Water Heater Problems

Household Troubleshooting: 4 Common Water Heater Problems and What to Look For

Water heaters are durable appliances but they wear out and some components may fail. It’s important to know when your water heater needs repairs and when you need to purchase a new one. Read the information below to learn about four common problems that occur with water heaters and the signs you shouldn’t ignore.

Bad Heating Element

Most electric water heaters have two heating elements and one is at the top of the tank and the other one is at the bottom of the tank. Smaller water heaters will have only one element in the tank’s bottom. The job of a heating element is to heat the cold water that runs into the tank. If the element isn’t working, the water won’t reach its full temperature and you may have warm water instead of hot water. Another sign of a bad element is when the water takes longer to heat than normal. Heating elements often go bad when magnesium and calcium deposits from hard water attach to the element. If your water heater is over 10 years old, you might contact a professional to install a new water heater in Phoenix instead of spending money on new parts.

Faulty Thermostat

A thermostat controls each heating element in a water heater by keeping track of the water temperature inside the tank. When the water temperature dips below a certain point the thermostat activates the heating element to heat the water. If the thermostat does not work properly, the water won’t heat or the temperature of the water will be too hot. Water temperatures in excess of 125 degrees Fahrenheit can cause scalding or serious burns. The upper element in a two-element water heater has a reset button and if pressing the button doesn’t heat up the water, after about 15 minutes, the thermostat needs replacing.

Corroded Anode Rod

Manufacturers place an anode rod inside a water heater tank to prevent sediment from corroding the tank. Many households have hard water, so there’s a huge amount of magnesium and calcium in their water. These minerals, that are present in the soil around water well, seep into the water. A metal water heater tank will eventually corrode and rust, which leads to holes in the tank. The sacrificial anode rod corrodes first saving the tank from corrosion. If the anode rod needs replaced, you may hear a loud popping noise as the water heats up in the tank. You may also notice that your tap water has a foul smell.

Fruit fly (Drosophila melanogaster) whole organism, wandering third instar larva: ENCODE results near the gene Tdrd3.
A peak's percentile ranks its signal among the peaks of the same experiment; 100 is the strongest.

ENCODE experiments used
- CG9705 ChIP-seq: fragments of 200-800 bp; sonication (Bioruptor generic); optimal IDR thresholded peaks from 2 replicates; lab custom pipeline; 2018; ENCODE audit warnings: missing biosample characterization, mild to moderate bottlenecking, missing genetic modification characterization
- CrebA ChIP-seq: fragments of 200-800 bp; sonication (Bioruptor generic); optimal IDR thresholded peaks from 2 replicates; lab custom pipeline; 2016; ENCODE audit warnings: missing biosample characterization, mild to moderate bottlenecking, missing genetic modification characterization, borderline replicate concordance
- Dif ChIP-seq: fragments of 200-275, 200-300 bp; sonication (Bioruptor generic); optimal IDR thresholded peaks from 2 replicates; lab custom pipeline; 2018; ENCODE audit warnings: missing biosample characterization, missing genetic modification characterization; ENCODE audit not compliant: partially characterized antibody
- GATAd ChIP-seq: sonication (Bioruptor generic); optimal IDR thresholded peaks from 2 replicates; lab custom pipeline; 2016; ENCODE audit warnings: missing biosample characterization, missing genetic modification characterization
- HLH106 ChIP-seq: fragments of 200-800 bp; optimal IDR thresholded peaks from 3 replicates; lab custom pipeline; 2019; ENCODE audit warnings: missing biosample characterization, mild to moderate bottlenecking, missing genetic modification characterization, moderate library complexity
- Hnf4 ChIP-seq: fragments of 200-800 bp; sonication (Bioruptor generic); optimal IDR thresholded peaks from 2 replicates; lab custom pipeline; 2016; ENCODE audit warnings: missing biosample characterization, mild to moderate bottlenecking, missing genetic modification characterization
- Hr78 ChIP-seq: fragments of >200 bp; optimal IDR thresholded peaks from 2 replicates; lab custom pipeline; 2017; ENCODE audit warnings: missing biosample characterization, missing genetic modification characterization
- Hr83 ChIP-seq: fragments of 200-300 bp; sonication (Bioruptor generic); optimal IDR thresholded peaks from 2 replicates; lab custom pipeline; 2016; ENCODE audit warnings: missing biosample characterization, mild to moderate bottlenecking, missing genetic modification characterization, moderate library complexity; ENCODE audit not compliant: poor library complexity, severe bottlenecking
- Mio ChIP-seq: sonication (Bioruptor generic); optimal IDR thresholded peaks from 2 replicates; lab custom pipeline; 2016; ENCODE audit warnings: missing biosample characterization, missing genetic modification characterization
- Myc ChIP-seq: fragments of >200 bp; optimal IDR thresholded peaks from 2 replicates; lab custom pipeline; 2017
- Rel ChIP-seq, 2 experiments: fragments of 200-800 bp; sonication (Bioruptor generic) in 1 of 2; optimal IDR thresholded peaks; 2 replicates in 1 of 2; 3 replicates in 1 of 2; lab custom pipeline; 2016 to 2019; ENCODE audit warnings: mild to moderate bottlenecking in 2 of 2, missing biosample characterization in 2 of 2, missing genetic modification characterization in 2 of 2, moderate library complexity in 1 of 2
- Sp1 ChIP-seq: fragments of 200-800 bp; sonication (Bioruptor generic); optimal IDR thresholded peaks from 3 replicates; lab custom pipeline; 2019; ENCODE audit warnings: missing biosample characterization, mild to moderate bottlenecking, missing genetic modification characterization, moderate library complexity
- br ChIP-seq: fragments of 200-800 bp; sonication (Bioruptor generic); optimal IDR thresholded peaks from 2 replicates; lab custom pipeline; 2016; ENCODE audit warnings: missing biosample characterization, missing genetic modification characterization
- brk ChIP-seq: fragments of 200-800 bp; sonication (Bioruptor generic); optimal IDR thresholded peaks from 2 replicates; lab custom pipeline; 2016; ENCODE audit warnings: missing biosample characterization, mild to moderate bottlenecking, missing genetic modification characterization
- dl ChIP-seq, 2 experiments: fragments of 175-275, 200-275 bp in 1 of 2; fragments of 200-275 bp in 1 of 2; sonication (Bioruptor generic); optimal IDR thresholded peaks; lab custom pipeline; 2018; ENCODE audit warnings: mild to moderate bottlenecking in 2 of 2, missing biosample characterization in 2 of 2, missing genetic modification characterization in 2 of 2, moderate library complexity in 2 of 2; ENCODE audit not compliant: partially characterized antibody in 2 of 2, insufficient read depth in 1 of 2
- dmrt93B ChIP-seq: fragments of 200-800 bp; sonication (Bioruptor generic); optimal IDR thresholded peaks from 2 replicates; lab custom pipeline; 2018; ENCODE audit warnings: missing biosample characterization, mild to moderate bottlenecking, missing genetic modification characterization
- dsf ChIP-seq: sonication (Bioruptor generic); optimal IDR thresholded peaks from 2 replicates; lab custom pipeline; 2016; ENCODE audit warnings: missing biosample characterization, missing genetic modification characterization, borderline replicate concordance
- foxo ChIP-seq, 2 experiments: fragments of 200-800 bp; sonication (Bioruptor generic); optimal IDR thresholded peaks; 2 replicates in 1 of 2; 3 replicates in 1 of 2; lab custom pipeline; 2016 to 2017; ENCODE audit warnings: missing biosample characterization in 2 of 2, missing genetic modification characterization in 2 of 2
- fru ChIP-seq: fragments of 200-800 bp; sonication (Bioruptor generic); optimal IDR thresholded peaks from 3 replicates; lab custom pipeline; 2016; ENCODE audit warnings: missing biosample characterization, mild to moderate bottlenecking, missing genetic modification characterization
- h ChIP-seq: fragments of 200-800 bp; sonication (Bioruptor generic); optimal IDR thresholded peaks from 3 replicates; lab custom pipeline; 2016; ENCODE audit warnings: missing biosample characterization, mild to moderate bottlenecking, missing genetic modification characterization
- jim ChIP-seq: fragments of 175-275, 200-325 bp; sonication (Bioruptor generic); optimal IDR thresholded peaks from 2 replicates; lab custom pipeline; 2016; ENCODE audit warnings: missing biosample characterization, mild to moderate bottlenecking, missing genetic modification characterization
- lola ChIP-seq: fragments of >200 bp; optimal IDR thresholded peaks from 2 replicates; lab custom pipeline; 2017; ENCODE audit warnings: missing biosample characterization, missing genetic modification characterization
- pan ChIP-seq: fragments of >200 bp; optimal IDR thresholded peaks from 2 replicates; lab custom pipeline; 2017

Leaking Tank

If you see water on the floor underneath or beside your water heater, this signals a leak. You should first inspect the water pipes that run to the tank and the drain valve to make sure they’re not leaking. If there isn’t any water seeping from these components, there’s a leak in the tank. Often, pipes in your plumbing can be under the ground making this inspection a difficult task. In these cases, you will need Chattanooga leak detection or a plumber that offers leak detection services near you. Professionals will have the technology to find even the smallest leaks, so you can be sure you’re in good hands. Sediment that settles inside a water heater can cause the tank to deteriorate after the anode rod has completely dissolved. As this occurs, rust spots form and they eventually eat through the metal tank and cause the water to leak out. Once this occurs, the water heater is beyond repair and you must purchase a new one.

By knowing this information you can determine what issues you’re having with your water heater. Whether it’s a simple repair, such as a leaking pipe or a major issue such as a corroded tank, you can begin troubleshooting the problem. Since you use this appliance every day in the home, you must take action right away.